On any given day, there are a billion things that can steal our joy, but only one source from which we can receive it. This is the point. Joy is not found in the circumstance; but it is in knowing that Christ is present in whatever circumstances you are in. Joy is not found in the particular moments; but it is in knowing that Christ is present in every moment. Joy is not found in impressive success nor is it lacking in depressing frustrations or embarrassing failures; but it is in genuinely believing that the “Lord is at hand.” It is found in knowing that Christ is present whether you’re riding high or barely hanging on.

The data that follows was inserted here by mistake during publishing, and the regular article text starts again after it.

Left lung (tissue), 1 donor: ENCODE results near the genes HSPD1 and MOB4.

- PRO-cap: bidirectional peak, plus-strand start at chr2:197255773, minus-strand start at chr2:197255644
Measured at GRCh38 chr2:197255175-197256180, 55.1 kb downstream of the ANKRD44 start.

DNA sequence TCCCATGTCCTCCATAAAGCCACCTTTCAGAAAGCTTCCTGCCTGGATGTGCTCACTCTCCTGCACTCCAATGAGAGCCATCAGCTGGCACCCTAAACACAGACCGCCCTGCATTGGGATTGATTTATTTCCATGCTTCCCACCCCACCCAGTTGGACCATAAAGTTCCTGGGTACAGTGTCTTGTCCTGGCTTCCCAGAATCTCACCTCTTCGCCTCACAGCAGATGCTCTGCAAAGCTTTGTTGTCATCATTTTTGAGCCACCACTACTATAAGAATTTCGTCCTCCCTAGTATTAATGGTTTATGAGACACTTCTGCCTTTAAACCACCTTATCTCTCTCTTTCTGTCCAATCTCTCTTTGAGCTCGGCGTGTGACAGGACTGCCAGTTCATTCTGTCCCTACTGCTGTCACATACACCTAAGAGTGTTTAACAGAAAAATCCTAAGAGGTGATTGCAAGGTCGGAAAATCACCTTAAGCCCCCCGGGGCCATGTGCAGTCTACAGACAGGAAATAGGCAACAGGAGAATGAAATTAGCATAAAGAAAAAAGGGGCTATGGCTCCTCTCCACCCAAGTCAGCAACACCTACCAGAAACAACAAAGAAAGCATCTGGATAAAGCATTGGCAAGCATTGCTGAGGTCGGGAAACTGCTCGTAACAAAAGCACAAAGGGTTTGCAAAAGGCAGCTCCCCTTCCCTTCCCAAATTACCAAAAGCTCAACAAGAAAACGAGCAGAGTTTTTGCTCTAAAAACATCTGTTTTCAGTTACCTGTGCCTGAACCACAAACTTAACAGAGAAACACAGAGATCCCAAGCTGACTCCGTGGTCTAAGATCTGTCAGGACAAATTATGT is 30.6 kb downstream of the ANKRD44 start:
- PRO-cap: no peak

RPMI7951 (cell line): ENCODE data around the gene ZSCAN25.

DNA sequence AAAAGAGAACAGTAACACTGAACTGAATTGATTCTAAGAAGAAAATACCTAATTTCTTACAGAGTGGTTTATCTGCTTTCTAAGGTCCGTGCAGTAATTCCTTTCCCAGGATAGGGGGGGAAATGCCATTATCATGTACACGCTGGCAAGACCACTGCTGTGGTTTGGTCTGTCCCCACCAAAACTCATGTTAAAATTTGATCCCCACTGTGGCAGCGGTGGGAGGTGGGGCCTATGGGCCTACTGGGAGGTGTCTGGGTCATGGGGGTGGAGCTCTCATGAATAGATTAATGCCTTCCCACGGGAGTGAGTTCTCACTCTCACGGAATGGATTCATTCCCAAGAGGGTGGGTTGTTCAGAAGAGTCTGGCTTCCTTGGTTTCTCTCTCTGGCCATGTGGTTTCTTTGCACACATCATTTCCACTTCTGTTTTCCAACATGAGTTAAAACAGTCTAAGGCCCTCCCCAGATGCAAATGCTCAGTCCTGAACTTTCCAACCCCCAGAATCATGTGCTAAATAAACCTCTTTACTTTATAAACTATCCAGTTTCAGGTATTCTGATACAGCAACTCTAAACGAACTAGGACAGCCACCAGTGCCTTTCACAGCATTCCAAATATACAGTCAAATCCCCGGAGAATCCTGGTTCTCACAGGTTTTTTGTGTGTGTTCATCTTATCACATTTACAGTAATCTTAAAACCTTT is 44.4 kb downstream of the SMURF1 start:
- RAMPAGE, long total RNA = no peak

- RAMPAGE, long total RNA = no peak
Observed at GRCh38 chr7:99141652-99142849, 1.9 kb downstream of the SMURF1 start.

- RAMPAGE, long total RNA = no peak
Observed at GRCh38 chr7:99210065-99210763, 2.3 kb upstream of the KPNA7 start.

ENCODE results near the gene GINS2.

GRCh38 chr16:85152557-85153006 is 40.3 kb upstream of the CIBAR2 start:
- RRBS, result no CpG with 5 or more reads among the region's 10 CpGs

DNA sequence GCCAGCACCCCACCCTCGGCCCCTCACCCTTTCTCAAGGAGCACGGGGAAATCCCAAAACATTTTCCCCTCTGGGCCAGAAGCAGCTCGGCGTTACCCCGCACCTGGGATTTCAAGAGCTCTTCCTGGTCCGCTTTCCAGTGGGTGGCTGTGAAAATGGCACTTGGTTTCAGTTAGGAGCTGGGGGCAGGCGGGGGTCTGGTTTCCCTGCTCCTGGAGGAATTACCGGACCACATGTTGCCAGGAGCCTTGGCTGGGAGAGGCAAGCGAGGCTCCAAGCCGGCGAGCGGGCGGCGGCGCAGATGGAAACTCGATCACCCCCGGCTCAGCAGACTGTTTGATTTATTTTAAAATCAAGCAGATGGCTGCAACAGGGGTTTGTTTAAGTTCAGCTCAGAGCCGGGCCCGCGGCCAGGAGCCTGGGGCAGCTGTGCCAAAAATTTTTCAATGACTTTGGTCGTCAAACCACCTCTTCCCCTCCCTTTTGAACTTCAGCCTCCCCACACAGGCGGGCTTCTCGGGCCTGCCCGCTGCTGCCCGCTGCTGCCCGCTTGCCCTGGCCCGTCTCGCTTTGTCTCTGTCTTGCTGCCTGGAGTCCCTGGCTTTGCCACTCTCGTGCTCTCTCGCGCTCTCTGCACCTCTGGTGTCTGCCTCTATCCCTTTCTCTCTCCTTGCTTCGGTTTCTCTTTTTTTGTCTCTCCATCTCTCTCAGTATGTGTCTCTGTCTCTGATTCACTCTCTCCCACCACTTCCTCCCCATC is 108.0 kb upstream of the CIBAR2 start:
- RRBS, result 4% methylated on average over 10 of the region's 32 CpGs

Paul strongly emphasizes that such an attitude should be constant, not temporary. Rejoice in the Lord always, Paul writes from his prison cell in Rome. Paul is an inmate, a jailbird. That’s important to remember – that he writes these words while being imprisoned because of his Christian faith. So, when Paul tells us that we can rejoice in the Lord always, he really means, always. He is not writing these words from his high horse or a sheltered place of abundance. Rejoice. Always. To be sure, this is not easy—and we desperately need that gentle, constant prompting of the Spirt to remember these words. Always rejoice, because God is always faithful. Grounded in this unshakable truth, we won’t be destroyed by the sufferings of this world. In fact, we can thumb our nose at the hardships of this world and tell the Devil to go right back where he came from. Why? Because our joy in the Lord is not for sale, it cannot be polluted, it will not be seized. God is always faithful to His beloved. Isaiah 46:4 says, “Even to your old age I am he, and to gray hairs I will carry you. I have made you, and I will bear you; I will carry you and will save you.” That’s what we need to hear. When we are frustrated, sorrowful, filled with doubts… God is always faithful. He will carry us. Full of love and grace and mercy, the Lord promises that He is always there for you, always here with us.